I have been infuriated by the "spin" on this election.

Keep up the good work Michael.

Posted by: Terry at November 9, 2004 02:46 PM

Chimpy Bushitler religious rightwing christian zealot is bringing secularism and freedom to the middle east. Imagine that. And the Left hates him for it. Go figure.

Posted by: David in Jesusland at November 9, 2004 02:54 PM

"I'm still not sure that invading Iraq was the most correct decision."

Don't worry rat when its all over and we demolish the insurgency and Iraq is on the path to freedom you can pull a John Kerry and voice your approval for our actions. You can say the same about most of the Afghanistan "quagmire" intellectuals and pundits that now sing our praises and looking back the anti-globalists and democrats that ridiculed Reagan but now understand that his policies led to the destruction of the USSR.

"It's never as simple as Good vs. Evil, unless you are drowning in someone's dogma."

I must be drowing then, it is that simple, unless you are moral relavist. Would anyone today argue who was on the good and evil side of WWII? Ask the South Vietnamese, you know the same people who are still starving to death after years of communist rule, who was on the good side of the fight? The same will be said today, one nation embraces freedom and democracy, one faction of a religion embraces death, submission, and opression. It is really that simple..

Posted by: gibs. at November 9, 2004 03:06 PM

Gibs,

Was the Soviet Union on the good side or the evil side of World War II? Seems simple at first, but think about it for a second. Which side actually killed more of their own civilians, USSR or Nazi Germany? Who was on the good side, Finland or the USSR? How many native Taiwanese were happy to be "liberated" from Japan in order to be delivered to the Kuomintang?

I'm not really disagreeing with you, I'm just sick of people dragging out WWII all the time. It confuses the issue. What we're engaged in now is basically the Tripoli Pirates revisited, except the Pirates have grabbed better weapons. There are wars, and there are battles for civilization. Iraq is still the former. If everyone on the left and right had a little more perspective maybe there would be more understanding.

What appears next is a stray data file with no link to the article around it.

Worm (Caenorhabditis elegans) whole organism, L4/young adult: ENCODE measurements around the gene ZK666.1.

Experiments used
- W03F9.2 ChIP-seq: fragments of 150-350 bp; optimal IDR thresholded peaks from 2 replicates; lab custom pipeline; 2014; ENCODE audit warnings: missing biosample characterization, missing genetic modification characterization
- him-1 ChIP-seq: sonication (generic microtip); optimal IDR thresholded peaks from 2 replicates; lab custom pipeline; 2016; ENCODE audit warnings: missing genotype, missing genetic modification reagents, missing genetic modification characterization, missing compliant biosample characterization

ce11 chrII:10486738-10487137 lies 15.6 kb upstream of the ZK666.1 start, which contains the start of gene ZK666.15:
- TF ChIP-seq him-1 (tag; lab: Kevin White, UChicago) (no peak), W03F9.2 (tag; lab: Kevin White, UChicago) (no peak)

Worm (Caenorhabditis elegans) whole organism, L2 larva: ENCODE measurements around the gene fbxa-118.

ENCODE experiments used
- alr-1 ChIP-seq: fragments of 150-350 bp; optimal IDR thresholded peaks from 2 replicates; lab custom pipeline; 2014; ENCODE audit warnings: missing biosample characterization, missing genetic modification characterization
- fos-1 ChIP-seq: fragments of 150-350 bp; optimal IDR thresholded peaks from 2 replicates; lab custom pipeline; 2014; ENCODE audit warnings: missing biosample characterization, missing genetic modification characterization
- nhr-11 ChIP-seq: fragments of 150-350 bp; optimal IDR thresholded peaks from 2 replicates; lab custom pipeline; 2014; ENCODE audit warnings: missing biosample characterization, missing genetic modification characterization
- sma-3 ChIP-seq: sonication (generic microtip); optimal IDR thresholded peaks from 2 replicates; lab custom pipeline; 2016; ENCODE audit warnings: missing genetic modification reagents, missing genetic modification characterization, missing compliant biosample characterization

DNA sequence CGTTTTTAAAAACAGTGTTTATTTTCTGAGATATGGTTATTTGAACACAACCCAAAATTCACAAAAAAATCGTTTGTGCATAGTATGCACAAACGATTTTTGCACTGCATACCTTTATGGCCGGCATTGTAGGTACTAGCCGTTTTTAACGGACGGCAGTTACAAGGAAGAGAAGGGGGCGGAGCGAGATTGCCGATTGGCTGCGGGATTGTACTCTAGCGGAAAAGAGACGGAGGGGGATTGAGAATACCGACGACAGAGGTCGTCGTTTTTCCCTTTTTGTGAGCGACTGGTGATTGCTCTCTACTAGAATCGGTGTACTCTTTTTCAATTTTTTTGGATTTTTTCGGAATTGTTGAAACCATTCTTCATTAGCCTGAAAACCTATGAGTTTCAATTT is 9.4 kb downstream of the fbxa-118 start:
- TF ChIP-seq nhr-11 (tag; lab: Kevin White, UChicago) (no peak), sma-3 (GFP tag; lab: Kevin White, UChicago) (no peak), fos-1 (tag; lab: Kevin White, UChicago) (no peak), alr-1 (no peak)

Posted by: Vanya at November 9, 2004 03:15 PM

Hitchens' article is specious nonsense, designed purely to accomplish the self serving and self-evidently impossible task of reconciling his previous beliefs with those he currently professes (because he is constitutionally incapable of renouncing any position he has previously held).

Let's go to the scoreboard:

U.S.: now more firmly in the control of people who believe that they have the right to impose their religious beliefs on others.

Iraq: a previously secular country that will either disintegrate into anarchy or, if it has a government, will have a government that is to a greater or lesser extent, theocratic. Religious militias continue to grow in strength and influence.

M/E generally: religious fundamentalism continues to gain in credibility and strength - in significant part due directly to the actions and statements of the U.S. administration. With Arafat gone, the last vestiges of the secular heritage of the PLO will disappear and it will emerge as a purely Islamicist movement. The secular regimes that we support (which are largely dictatorships, by the way) continue to be challenged by Islamic fundamentalism, driven, in part, by the implications of western support for those regimes.

Afghanistan: the Taliban is gone, for now.

So: add it up - is the number of people whose lives are unwillingly influenced by theocrats growing or shrinking?

If we had designed a strategy to polarize the world into two warring religious camps, it seems to me that it would look pretty much like the one we have adopted.

Posted by: Mork at November 9, 2004 03:22 PM

I'm not going to whore this thread but I will say that Russia was not quite our ally and never was in the eyes of Patton and others before Hilter decided to pull a Bonaparte and invade the Motherland. But I agree WWII is pulled into way to many threads, as is Nazism unfortunately.

I maintain, however, that this fight against militant Islam is as simple as good vs. evil.

Posted by: gibs. at November 9, 2004 03:25 PM